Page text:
Watertown Mayor T. Urling Walker understood how vital trees are to the life of a community.
In 1977, he joined other members of the Watertown Noon Rotary Club to plant trees around the city. He also helped organize Tree Watertown, an advisory group that meets monthly.
The ice storm that struck the region in 1991 destroyed numerous trees. A microburst hit in 1995, exacting more damage.
Walker helped recruit city residents to begin meeting in 1995 to restore trees that were lost. Charlie Nevin, a former forester with the state Department of Environmental Conservation, coined the name “Tree Watertown” in 1996, and the group remains active.
Residents who share Walker’s passion for trees will honor his memory Friday during the city’s annual Arbor Day celebration. Members of Walker’s family along with friends as well as city officials and representatives of the local tree community will gather at noon at First Presbyterian Church in Watertown to plant a tree and commemorate Walker’s contribution to this cause.
Walker died Jan. 3 at the age of 97. This ceremony will be another reminder of the profound ways the former mayor influenced Watertown for the better.
“A bur oak tree will be planted, and a plaque will be placed at the site to recognize Mayor Walker’s efforts. Planting it in front of … First Presbyterian Church is a logical spot to pay tribute to him, said Michael J. DeMarco, who has served as the city’s urban forestry coordinator since 2016. The former mayor was a member of the church for many years, he said,” according to a story published April 21 by the Watertown Daily Times. “[Walker] was instrumental in forming the city’s efforts of reviving Watertown’s urban forestry after the 1991 ice storm and 1995 microburst storm destroyed hundreds and hundreds of trees, recalled Michael A. Lumbis, the city’s planning and community director. Just as the tree inventory was recovering, the ice storm hit the region, causing additional damage. In 1995, Mayor Walker … convened a group of community leaders who had the same kind of interests in making sure that the city’s tree canopy was alive and well, Mr. Lumbis recalled.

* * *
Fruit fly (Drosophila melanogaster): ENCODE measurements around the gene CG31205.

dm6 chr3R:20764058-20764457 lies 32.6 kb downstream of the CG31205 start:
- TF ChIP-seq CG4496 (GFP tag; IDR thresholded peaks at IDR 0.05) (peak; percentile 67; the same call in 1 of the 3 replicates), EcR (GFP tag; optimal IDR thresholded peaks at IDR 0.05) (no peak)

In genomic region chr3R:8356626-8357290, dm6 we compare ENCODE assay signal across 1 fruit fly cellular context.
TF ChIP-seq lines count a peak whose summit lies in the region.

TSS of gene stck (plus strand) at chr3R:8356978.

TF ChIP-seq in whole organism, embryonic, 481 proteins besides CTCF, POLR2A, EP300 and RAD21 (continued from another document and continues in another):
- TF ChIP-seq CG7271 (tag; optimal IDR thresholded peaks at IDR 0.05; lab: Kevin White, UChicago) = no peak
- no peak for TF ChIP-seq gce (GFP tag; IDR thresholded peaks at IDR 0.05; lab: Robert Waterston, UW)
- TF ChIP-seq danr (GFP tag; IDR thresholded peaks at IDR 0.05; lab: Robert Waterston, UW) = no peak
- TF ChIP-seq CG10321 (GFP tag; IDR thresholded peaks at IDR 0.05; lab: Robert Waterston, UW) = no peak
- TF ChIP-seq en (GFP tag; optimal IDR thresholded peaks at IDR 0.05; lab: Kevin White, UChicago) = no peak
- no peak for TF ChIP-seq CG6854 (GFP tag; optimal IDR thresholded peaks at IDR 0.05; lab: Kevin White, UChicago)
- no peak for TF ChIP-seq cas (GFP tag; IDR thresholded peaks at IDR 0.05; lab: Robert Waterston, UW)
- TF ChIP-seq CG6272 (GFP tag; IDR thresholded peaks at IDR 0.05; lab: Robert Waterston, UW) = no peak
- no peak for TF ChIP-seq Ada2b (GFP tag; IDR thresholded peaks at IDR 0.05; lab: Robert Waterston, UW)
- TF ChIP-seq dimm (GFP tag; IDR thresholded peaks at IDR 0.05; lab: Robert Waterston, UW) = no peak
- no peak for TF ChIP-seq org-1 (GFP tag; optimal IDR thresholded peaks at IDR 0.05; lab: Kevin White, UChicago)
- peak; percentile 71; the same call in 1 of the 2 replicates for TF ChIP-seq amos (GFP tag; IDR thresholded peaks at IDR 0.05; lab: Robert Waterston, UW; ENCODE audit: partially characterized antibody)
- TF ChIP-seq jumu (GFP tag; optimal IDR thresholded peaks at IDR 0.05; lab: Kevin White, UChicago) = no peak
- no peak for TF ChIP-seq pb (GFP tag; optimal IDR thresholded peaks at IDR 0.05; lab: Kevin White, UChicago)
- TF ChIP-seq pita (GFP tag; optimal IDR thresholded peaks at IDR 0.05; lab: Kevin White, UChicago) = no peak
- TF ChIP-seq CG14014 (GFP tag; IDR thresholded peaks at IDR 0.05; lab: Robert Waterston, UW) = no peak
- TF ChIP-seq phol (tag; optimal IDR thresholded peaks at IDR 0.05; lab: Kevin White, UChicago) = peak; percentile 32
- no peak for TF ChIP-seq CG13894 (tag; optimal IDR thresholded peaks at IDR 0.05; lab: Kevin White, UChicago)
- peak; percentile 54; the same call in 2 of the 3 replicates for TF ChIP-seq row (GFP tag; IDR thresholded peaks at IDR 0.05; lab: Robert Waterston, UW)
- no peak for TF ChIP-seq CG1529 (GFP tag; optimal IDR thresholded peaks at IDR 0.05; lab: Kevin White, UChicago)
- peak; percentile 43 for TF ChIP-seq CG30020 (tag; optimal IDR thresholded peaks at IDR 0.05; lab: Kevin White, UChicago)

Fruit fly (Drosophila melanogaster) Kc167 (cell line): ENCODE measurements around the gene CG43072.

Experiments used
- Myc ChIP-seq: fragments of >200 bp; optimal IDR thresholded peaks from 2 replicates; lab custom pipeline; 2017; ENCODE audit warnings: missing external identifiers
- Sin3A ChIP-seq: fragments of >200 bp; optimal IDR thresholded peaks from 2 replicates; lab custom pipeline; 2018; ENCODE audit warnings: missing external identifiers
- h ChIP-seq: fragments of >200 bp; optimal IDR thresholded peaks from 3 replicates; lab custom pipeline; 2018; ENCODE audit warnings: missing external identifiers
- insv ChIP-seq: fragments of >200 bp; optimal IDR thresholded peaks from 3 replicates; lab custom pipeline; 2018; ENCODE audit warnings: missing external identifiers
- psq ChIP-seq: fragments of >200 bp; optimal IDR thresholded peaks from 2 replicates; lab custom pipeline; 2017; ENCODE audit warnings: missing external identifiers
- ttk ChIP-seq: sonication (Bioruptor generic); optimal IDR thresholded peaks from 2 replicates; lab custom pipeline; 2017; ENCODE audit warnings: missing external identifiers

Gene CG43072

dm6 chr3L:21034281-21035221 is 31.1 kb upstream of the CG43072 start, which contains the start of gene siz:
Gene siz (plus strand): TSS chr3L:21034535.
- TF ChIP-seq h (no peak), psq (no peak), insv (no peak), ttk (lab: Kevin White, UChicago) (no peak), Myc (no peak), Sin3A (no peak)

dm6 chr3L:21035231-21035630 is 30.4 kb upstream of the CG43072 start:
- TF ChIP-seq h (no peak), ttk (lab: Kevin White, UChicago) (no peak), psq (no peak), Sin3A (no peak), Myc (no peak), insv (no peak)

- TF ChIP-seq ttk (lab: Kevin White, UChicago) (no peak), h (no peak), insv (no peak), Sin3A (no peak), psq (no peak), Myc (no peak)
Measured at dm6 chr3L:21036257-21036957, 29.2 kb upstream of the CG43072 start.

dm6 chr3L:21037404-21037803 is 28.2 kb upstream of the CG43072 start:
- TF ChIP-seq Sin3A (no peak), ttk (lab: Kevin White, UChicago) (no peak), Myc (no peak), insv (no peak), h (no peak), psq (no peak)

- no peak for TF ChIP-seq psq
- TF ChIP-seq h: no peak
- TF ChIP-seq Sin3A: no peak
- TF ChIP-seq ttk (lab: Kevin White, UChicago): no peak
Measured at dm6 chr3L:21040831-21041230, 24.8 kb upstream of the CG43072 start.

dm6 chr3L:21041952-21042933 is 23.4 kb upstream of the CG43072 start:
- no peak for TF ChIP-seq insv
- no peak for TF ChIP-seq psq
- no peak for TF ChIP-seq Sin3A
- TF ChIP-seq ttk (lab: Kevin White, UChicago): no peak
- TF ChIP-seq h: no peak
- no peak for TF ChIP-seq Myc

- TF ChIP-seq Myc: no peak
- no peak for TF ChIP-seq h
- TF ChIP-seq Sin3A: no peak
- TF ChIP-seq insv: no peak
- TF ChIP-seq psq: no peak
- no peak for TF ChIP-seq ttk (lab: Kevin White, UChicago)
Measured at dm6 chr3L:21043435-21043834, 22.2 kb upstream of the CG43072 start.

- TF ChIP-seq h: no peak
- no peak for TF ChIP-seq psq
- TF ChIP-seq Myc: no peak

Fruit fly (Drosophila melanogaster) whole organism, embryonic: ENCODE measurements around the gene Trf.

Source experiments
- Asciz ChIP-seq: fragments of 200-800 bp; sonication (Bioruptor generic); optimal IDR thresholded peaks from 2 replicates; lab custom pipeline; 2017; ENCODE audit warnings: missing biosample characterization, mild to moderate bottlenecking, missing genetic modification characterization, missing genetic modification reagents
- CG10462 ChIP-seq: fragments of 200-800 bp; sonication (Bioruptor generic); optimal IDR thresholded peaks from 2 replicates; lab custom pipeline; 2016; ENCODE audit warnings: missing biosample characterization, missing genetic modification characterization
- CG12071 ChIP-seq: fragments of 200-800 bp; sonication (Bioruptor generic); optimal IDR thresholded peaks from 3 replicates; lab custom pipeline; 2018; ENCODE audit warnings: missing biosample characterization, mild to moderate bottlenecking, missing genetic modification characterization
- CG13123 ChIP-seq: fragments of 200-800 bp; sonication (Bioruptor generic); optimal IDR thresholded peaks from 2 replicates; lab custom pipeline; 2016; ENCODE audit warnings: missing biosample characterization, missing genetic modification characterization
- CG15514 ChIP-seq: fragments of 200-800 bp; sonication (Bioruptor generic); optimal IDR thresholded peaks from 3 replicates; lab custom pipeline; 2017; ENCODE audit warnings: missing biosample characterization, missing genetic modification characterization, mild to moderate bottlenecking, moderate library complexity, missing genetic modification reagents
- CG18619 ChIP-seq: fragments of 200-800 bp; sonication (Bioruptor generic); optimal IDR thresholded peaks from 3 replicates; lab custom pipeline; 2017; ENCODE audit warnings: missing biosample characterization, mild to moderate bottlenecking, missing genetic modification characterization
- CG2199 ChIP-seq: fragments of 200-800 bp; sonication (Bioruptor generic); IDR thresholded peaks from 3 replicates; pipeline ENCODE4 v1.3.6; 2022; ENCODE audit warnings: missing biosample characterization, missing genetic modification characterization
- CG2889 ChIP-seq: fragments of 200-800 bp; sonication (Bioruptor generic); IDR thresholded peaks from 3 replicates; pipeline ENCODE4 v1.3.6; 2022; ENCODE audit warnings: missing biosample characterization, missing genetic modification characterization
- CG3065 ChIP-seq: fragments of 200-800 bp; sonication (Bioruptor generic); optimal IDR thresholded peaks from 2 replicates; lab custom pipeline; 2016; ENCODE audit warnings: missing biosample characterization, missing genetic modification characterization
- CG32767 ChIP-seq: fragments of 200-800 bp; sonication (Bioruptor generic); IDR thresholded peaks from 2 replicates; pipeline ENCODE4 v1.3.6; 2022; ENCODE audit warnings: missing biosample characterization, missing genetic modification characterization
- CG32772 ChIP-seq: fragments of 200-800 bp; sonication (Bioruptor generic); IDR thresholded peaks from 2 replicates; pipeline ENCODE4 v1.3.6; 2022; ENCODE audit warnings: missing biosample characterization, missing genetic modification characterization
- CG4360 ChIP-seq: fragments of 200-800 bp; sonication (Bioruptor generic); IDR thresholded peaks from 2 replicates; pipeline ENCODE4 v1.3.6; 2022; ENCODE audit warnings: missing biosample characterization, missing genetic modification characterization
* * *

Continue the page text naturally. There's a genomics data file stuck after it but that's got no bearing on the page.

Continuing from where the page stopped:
“It was when Mayor Walker served as city manager that he got the community devoted to improving the city’s population, Mr. Lumbis said. Under the leadshership of Mayor Walker, city’s tree efforts have grown and flourished, Mr. DeMarco said, adding that the former mayor inspired others,” the article reported. “Mayor Walker’s efforts also helped after a second ice storm hit in 1998, causing additional damage, Mr. Lumbis said. While other members came and went, Jason White, a longtime Tree Watertown member, said the former mayor was a stalwart on the city’s tree committee. Mayor Walker also was recognized for interest in trees at the city’s historic Thompson Park, where a plaque was placed on a stone with his name in the park commemorating his devotion, he said.”
Walker appreciated the value of trees to our eco-system just as did another north country resident who went on to become a legendary public servant. Julius Sterling Morton, born and raised in Adams, founded the first U.S. celebration of Arbor Day in 1872 while serving as secretary of the Nebraska Territory.
Morton persuaded the Nebraska State Board of Agriculture that year to designate the last Friday in April as Arbor Day. Nebraskans planted more than 1 million trees during the inaugural event.
It is fitting for local Arbor Day organizers to honor Walker’s work in this way. We encourage readers to participate in Arbor Day activities by planting and caring for trees, thus ensuring a healthier future for all of us.
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